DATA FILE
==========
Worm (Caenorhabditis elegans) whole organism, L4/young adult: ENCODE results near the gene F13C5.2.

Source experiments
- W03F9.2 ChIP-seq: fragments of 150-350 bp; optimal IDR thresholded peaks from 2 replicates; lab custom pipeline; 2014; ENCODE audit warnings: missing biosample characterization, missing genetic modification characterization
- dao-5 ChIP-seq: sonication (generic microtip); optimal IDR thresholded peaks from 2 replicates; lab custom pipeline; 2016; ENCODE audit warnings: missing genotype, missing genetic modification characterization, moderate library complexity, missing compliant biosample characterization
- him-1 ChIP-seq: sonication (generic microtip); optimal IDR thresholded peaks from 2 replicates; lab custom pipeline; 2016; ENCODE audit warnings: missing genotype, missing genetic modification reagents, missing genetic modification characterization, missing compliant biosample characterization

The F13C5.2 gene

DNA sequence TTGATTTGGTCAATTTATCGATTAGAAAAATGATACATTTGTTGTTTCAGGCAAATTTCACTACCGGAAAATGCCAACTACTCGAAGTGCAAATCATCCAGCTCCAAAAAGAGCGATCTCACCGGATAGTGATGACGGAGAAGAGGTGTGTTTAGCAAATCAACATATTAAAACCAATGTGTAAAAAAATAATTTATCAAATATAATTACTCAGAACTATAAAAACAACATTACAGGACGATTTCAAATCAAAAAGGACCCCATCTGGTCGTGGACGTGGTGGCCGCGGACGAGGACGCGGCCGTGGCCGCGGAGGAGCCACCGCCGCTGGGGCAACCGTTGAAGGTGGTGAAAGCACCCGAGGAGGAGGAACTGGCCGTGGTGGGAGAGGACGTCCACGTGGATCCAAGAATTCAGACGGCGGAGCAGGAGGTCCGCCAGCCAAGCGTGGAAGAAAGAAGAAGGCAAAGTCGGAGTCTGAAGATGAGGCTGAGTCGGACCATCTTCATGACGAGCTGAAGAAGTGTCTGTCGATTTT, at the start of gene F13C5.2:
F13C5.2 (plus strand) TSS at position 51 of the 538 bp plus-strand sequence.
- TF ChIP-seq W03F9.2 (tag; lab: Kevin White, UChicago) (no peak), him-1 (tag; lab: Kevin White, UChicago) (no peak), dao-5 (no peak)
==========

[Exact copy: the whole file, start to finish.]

Worm (Caenorhabditis elegans) whole organism, L4/young adult: ENCODE results near the gene F13C5.2.

Source experiments
- W03F9.2 ChIP-seq: fragments of 150-350 bp; optimal IDR thresholded peaks from 2 replicates; lab custom pipeline; 2014; ENCODE audit warnings: missing biosample characterization, missing genetic modification characterization
- dao-5 ChIP-seq: sonication (generic microtip); optimal IDR thresholded peaks from 2 replicates; lab custom pipeline; 2016; ENCODE audit warnings: missing genotype, missing genetic modification characterization, moderate library complexity, missing compliant biosample characterization
- him-1 ChIP-seq: sonication (generic microtip); optimal IDR thresholded peaks from 2 replicates; lab custom pipeline; 2016; ENCODE audit warnings: missing genotype, missing genetic modification reagents, missing genetic modification characterization, missing compliant biosample characterization

The F13C5.2 gene

DNA sequence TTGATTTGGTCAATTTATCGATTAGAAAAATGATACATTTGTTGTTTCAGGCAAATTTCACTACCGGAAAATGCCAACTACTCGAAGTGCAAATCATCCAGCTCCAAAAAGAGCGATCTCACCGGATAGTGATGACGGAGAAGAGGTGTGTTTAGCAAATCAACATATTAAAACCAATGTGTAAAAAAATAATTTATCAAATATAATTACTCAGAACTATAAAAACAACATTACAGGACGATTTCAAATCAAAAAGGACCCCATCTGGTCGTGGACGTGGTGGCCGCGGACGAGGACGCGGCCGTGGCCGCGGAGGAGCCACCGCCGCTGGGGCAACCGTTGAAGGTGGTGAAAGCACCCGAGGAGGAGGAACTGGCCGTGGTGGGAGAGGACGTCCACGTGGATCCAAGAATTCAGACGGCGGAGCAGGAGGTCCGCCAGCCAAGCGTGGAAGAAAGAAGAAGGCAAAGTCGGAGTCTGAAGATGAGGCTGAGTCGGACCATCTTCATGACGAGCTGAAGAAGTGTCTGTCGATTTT, at the start of gene F13C5.2:
F13C5.2 (plus strand) TSS at position 51 of the 538 bp plus-strand sequence.
- TF ChIP-seq W03F9.2 (tag; lab: Kevin White, UChicago) (no peak), him-1 (tag; lab: Kevin White, UChicago) (no peak), dao-5 (no peak)